We always do a Hanukkah Dinner featuring the Shicksa Pot Roast-----a cross between my mother's saurbraten and Richard's mom's pot roast-----which was renamed Three Mons' Pot Roast last year. Almost scraped it this year to avoid the cooking marathon involved in feeding 40 plus. There are little christain kids who think this is haunkkah who I worried about. To the rescue came our friend Mary Kathryn Reschini who solicited gobs of friends and is putting on a "catered affair". It is so liberating for me and exciting to have such angels in our midst.
A triple thanks to all our friends, writers, laywers, and more. I cannot wait until Saturday night. My new boobs arrived in the mail with the bra------do I dare? My hair's cut really short-----maybe I'll party with no boobs.

Joy to the World and good luck Michele,
Mary Alice

opps....The Three Mom's Pot Roast

Is The Three Mons' Pot Roast the Jamaican version?

Boobs or no boobs, just party, ma.

I agree. MA, you are fun with or without boobs, with or without hair. Go for it!

Nice to hear from you Beachfla. I must confess, my kids would probably be having more fun doing gingerbread at somebody else's house. But I promise to turn over a new leaf and let them help decorate. As long as they can tile with a nice straight edge, that is.

I dunno, Michele. Allowing your kids to mess with your gingerbread seems dangerous. Maybe just let them decorate their own gingerbread cookies instead? At a safe distance from your house, of course.

I hear you, Nance. What was I thinking?

You know, sometimes I worry about you guys.

Man, I hate not being able to get on here during the day.

As far as traditions, I don't have many. We moved away from family about 10 years ago, and don't have any in the area. I, too, got tired after a while of spending every Christmas driving or away from home, so we stay home, sometimes down to just 3 of us. I still cook yummy dinner, which usually includes chocolate cream pie (and all the cookies). My daughter and I do decorate the tree together every year, and she's in charge of frosting the cut-out cookies (her favorite - and mine!).

And I've had both cats and trees for years! Only one mishap along the way (the unmistakable sound of a Christmas tree falling in the middle of the night); they actually didn't turn out to be mutually exclusive. In fact, my cat loves Christmas so much (the tree, the boxes, the wrapping paper!) that I think that's when we'll miss him the most when he goes to that litterbox in the sky.

Margie, I know you think we're uptight, but need I mention what you left inside the gingerbread house when you stopped by after the office party the other night? I should have known better than to let you help when I saw you in those boots.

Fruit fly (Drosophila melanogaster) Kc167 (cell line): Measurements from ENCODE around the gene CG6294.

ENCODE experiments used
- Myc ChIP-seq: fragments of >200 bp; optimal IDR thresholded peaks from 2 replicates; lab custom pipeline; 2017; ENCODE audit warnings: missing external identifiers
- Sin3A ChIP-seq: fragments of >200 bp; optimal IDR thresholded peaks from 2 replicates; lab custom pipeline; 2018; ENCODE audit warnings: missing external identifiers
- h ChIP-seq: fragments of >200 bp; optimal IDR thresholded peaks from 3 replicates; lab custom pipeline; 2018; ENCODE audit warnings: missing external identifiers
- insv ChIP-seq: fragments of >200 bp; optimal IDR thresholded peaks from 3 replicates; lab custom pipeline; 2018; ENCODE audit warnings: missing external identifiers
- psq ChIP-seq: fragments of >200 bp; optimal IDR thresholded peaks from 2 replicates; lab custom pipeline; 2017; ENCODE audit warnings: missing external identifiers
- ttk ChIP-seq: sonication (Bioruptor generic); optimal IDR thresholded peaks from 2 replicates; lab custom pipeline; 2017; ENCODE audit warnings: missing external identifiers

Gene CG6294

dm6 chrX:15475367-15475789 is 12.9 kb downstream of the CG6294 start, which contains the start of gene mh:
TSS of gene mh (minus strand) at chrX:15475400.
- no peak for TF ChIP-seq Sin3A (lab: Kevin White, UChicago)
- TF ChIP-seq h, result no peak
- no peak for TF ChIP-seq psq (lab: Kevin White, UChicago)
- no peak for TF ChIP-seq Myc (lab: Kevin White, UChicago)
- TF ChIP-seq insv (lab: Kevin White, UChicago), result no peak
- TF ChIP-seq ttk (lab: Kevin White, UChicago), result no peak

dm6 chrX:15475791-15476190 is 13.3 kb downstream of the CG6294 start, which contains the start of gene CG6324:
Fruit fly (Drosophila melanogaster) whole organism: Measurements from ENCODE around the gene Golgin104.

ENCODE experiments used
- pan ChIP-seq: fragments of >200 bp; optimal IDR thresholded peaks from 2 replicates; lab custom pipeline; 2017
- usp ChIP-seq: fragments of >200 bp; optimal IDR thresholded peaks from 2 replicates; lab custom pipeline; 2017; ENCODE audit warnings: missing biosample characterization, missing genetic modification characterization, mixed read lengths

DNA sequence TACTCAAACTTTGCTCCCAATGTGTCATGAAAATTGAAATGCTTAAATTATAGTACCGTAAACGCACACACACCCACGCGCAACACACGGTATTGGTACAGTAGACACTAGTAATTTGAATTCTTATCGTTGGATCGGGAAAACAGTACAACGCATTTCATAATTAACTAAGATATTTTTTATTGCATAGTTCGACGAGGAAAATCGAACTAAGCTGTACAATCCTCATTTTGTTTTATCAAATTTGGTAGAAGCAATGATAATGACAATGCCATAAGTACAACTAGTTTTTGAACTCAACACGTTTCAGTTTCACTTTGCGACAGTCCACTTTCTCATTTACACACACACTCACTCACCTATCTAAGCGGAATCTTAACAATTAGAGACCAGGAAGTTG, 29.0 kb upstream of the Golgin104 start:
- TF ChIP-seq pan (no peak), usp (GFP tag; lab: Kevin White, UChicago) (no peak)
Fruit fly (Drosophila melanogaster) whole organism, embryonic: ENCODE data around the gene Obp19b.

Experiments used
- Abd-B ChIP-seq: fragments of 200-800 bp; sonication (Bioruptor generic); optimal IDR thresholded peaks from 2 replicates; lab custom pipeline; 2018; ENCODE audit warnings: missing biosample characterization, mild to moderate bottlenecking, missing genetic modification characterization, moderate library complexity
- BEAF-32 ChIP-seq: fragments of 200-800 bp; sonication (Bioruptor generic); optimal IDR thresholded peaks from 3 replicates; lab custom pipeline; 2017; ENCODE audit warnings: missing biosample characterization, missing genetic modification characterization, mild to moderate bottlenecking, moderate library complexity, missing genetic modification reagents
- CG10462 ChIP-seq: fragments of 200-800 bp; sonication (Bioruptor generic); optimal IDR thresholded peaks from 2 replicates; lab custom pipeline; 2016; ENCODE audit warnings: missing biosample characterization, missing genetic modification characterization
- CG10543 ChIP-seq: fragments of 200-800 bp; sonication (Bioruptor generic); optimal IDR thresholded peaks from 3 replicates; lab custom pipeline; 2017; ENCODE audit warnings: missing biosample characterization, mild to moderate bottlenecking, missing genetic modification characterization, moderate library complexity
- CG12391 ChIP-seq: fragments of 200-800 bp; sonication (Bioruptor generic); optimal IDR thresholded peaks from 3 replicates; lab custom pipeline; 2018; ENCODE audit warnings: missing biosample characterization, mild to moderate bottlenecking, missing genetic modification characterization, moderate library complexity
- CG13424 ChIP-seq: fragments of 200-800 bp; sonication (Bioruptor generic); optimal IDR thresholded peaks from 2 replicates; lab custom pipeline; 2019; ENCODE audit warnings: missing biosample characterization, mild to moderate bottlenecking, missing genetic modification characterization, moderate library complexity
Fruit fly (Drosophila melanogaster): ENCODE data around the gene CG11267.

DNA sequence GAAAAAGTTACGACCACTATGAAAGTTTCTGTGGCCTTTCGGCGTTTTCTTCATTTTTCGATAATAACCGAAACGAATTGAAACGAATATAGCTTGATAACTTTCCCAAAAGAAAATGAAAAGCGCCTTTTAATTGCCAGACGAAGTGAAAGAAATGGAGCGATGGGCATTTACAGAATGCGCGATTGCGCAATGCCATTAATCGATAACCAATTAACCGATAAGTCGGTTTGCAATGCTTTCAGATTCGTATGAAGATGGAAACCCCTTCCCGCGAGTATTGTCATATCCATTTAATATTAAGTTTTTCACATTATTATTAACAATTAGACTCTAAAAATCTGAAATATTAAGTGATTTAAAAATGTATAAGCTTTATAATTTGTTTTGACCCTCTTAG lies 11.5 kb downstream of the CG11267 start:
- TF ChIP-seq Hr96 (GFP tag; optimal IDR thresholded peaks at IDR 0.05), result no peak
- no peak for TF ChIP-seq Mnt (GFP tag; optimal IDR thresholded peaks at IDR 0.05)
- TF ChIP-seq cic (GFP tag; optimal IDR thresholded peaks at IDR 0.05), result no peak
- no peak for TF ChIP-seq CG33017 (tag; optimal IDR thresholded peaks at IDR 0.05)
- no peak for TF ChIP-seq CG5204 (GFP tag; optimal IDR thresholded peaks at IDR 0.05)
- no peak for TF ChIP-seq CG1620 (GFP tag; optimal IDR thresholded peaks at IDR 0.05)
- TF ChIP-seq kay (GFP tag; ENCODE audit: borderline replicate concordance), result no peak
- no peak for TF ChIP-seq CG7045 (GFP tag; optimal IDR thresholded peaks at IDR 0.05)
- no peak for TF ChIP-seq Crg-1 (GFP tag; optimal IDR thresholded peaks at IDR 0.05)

Laura, glad you could check in!

Wow, the house looks great! I'm so jealous! Make sure you post a picture of the final product! I hope to one day make a gingerbread house like that. I will have tons of holiday cooking and decorating obsessions once I have my own house and family, etc... Right now, I stick to passing out candy, cookies, and cupcakes at work, haha.

I too am looking forward to your halfsies blog. Let me know if you want a half-asian perspective! =) Talk to you soon!

Hey - you found it - so? How did it work?

See, I knew it would be safe there since your kids are scared to get near it.

Johanna, I could not write a halfsies blog without including you. To me, you are the embodiment of how the younger generation is so much cooler and at ease with it and less conflicted than my generation is/was. The idea that in your college there was a half-Asian student association kind of says it all.

Margie -- yeah, about that thing, ahem, I'll e-mail you off list.

Sorry was sick since I said something about the pumpkin pie and had to setup a new pc. But better late then never.
Apple Butter Pumpkin Pie as seen on Paula Dean TV Show
preheat 425 degrees F
1 cup apple butter
1 cup fresh or canned pumpkin
1/2 cup packed brown sugar
1/2 tsp salt
3/4 tsp ground cinnamon
3/4 tsp ground nutmeg
1/8 ground ginger
3 slightly beaten eggs
3/4 cup evaporated milk
1 unbaked pie shell
sweetened whipped cream for garnish
Combine apple butter, pumpkin,brw sugar,salt, spices in bowl. Stir in eggs. Gradually add milk and mix well. Pour into pie shell. Bake for about 40 minutes or until set.
Enjoy SusanCo

Reading the posts between Michele and Margie, I feel like I dropped into an episode of WEST WING:

MI: "I found the thing."
MA: "So, what did you think of the thing?"
MI: "Well, let's not make a thing of my finding the thing."
MA: "You wanna talk about the thing?"

That, and reading the recipes flying around here, I can almost feel my arteries hardening..:)

Michele, you've got to post pix of the House when you're done. I cannot wait to see it.

Margie, you need to call me. Seriously....:)

Gay couples should be, should not be allowed to marry

I haven't been up to much these days. Such is life. I've just been letting everything happen without me these days, but I don't care.

People should be allowed to go naked in certain recreational areas only